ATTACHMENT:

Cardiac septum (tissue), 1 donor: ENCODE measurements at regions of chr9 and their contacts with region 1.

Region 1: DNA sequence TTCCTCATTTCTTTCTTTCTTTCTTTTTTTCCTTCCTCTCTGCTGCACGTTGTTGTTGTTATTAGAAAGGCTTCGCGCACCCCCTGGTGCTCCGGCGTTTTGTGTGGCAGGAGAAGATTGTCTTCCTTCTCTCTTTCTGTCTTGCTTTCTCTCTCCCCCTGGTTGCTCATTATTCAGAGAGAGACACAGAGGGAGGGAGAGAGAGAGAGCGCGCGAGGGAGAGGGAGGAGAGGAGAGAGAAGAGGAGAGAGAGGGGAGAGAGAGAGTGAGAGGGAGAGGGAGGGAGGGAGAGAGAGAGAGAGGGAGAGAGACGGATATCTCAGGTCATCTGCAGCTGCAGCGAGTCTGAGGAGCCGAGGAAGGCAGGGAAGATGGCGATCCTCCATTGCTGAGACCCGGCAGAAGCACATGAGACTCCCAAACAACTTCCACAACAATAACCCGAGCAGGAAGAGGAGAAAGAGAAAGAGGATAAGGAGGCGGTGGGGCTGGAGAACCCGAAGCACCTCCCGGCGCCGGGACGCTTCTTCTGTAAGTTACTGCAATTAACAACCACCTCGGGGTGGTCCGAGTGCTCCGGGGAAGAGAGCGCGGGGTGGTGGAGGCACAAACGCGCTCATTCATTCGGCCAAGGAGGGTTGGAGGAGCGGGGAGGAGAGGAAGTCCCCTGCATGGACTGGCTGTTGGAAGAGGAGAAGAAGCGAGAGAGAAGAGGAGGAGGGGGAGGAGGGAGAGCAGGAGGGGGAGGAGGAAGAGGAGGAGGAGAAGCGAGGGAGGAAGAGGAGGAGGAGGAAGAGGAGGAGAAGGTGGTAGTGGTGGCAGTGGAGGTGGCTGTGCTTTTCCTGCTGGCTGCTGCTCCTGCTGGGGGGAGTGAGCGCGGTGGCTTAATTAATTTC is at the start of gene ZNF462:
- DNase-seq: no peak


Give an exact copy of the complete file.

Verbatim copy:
Cardiac septum (tissue), 1 donor: ENCODE measurements at regions of chr9 and their contacts with region 1.

Region 1: DNA sequence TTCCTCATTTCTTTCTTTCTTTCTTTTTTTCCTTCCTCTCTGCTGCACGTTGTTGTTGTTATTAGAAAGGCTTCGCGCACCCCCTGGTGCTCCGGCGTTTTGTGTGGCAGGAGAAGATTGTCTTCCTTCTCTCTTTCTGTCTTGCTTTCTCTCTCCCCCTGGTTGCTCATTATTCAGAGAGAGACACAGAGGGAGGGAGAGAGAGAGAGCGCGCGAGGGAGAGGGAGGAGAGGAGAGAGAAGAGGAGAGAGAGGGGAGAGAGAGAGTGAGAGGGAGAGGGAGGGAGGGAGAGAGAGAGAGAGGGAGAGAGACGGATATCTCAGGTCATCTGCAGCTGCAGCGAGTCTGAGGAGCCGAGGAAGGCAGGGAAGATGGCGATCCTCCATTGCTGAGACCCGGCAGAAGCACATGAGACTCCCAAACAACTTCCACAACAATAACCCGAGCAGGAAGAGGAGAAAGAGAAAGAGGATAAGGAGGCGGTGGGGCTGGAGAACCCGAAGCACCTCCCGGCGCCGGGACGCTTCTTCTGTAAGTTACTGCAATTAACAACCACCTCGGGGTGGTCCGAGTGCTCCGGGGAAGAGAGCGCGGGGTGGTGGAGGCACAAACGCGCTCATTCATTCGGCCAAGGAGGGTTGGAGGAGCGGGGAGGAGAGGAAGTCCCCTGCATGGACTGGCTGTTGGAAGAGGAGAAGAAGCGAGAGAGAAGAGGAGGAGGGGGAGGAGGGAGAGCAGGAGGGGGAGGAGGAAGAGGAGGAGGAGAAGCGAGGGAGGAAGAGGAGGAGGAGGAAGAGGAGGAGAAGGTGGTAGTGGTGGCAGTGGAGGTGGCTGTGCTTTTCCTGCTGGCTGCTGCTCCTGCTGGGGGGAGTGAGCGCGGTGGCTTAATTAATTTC is at the start of gene ZNF462:
- DNase-seq: no peak